Even if Shenker were entitled to the benefit of the doctrine of unseaworthiness, I would still reverse on the ground that the judge erred in concluding that the presence of a plainly visible piece of dunnage on the hatch cover rendered the Lt. Robert Craig unseaworthy. We have consistently held that unseaworthiness, like negligence, is a question of law not within the scope of the "unless clearly erroneous" rule or its admiralty equivalent. Krey v. United States, 123 F.2d 1008 (2 Cir., 1941); Van Carpals v. S.S. American Harvester, 297 F.2d 9 (2 Cir., 1961), cert. denied, 369 U.S. 865, 82 S.Ct. 1031, 8 L.Ed.2d 84 (1962); cf. Romero v. Garcia & Diaz, Inc., 286 F.2d 347, 355 (2 Cir.), cert. denied, 365 U.S. 869, 81 S.Ct. 905, 5 L.Ed.2d 860 (1961). The Lt. Robert Craig was not a passenger liner; she was a naval vessel in the course of being loaded. She did not cease to be "reasonably suitable for her intended service," Mitchell v. Trawler Racer, Inc., 362 U.S. 539, 550, 80 S.Ct. 926, 933, 4 L.Ed.2d 941 (1960), simply because her hatch covers were not so free from every kind of obstruction as a bowling alley or the floor of an operating room awaiting surgery. Nuzzo v. Rederi, A/S Wallenco, 304 F.2d 506 (2 Cir., 1962). The facts bear no resemblance to the conditions of disarray in De Gioia v. United States Lines Co., 304 F.2d 431, 423 (2 Cir., 1962), or to the "accumulation of oil covered by sawdust" in Ktistakis v. United Cross Navigation Corp., 316 F.2d 869 (2 Cir., 1963).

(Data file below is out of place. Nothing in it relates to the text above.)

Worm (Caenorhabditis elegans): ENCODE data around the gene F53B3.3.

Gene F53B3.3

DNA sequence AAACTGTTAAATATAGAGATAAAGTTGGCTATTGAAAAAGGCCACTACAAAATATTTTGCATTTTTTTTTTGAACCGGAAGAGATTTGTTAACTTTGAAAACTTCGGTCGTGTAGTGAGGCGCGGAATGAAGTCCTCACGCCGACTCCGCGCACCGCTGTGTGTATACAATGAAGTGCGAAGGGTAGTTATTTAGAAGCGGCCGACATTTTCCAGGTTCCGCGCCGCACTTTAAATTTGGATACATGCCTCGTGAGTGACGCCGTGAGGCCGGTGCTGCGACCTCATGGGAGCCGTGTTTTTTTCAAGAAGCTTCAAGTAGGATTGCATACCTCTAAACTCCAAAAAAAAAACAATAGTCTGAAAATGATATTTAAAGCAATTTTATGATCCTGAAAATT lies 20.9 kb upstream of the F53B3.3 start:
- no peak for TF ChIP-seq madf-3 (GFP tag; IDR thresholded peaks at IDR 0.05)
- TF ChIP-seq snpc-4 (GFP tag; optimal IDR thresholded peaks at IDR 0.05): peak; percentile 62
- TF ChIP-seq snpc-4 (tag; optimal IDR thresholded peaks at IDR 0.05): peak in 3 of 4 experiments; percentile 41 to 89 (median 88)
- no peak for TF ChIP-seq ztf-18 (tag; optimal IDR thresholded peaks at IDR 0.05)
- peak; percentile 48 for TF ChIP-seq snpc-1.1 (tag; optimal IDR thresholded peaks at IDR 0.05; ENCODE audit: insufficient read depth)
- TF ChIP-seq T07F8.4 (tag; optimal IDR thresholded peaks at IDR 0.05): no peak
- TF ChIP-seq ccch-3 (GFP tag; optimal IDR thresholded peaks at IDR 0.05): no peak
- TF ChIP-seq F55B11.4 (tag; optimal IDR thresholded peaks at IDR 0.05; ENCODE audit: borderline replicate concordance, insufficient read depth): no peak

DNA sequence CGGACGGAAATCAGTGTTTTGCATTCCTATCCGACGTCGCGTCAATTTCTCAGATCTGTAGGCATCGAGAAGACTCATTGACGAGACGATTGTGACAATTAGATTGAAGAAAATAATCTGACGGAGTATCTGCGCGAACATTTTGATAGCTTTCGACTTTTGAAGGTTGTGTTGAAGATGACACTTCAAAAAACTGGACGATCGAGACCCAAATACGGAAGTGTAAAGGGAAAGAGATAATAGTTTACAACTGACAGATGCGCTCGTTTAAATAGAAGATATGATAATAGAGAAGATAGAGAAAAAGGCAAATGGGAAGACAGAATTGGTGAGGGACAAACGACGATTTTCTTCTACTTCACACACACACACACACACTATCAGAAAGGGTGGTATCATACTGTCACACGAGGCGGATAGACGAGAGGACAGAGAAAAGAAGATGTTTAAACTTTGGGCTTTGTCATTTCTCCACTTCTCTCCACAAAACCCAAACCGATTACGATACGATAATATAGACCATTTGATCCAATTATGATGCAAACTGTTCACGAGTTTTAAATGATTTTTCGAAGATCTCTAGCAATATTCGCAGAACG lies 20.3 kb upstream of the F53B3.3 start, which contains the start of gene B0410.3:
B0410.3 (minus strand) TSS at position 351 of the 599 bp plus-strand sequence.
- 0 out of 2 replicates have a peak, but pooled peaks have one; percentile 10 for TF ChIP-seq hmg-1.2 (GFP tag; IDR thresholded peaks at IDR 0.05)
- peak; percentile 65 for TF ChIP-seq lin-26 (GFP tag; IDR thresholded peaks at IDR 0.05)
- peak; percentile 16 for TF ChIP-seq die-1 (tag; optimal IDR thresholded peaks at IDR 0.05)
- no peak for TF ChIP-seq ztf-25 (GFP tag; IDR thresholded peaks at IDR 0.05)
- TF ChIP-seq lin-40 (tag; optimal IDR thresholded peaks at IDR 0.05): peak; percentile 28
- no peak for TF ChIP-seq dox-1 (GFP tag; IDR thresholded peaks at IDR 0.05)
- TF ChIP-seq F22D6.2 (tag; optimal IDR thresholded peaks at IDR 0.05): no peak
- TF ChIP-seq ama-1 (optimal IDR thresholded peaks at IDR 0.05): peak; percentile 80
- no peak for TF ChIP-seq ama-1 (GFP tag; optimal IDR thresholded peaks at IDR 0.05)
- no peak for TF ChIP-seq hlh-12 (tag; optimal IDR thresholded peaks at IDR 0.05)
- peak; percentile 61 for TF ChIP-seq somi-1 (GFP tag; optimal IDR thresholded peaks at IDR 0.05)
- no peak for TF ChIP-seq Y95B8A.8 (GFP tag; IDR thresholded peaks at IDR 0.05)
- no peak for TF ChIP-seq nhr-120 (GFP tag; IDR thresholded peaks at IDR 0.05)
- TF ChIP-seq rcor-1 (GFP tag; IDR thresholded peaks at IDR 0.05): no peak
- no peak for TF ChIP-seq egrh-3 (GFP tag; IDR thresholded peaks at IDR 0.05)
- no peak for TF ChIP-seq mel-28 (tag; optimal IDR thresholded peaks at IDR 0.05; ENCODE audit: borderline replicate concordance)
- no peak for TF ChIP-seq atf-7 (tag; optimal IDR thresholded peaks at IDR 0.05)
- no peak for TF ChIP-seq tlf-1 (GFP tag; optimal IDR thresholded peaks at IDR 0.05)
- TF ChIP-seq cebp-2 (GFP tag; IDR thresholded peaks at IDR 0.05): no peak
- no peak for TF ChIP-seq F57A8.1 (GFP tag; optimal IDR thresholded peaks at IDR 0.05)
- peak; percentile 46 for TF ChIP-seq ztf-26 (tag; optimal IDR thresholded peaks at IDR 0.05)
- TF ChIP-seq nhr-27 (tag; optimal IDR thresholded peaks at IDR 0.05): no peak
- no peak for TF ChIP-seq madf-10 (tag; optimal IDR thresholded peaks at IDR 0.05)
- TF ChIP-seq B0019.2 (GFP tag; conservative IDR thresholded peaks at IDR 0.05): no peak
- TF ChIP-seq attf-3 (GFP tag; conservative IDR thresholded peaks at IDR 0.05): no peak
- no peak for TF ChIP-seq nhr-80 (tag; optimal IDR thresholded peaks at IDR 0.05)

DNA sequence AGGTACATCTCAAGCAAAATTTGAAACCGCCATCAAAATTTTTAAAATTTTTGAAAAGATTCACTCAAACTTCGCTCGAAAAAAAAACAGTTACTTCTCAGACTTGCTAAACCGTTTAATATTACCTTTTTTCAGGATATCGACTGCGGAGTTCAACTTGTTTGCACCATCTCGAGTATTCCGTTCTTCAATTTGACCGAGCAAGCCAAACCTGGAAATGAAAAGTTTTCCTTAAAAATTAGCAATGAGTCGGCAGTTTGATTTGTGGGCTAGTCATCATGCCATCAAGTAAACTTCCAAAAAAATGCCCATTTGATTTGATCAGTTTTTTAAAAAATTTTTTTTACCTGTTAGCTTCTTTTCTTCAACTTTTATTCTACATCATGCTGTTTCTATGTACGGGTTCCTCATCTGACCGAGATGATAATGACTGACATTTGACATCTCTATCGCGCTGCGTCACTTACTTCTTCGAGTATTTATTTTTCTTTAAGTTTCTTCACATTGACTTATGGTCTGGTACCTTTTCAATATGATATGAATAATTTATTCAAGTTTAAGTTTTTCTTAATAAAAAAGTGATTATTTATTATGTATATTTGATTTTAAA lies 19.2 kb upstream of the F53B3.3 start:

I would reverse with instructions to dismiss the libel.
Perhaps the circle will be completed by the stevedoring company's recovering from Shenker for breach of his undertaking to keep his eyes open, implicit in his contract of employment. Compare Malfitano v. King Line, Ltd., 198 F.Supp. 399, 401 (S.D.N.Y.1961), with Cavelleri v. Isthmian Lines, Inc., 189 F.Supp. 525 (S.D.N.Y.1960), reargument denied 190 F.Supp. 801 (S.D.N.Y.1961), and Johnson v. Partrederiet Brovigtank, 202 F. Supp. 859 (S.D.N.Y.1962)
The judge rejected this on the ground that Shenker's "claims to total kinesthetic recall of his immediately antecedent bodily gyrations" were "mere reconstructed imagery by a glib but inexperienced witness," who "seemingly had not earlier or, perhaps, sufficiently been admonished by counsel that not all questions put to him need be factually answered."
See, e. g., Mosley v. Cia. Mar. Adra, S.A., 314 F.2d 223 (2 Cir., 1963); Damanti v. A/S Inger, 314 F.2d 395 (2 Cir., 1963). These complexities will be further increased by development of the law as to cross-claims by the stevedore-employer against the ship, see Pettus v. Grace Line, Inc., 305 F.2d 151, 156 (2 Cir., 1962) (dissenting opinion of Judge Clark); Williams v. Pennsylvania R. Co., 313 F.2d 203 (2 Cir., 1963); Watkins v. Farrell Lines, Inc., 315 F.2d 418 (2 Cir., 1963), — not to speak of claims by the employer against the employee, see note 1, supra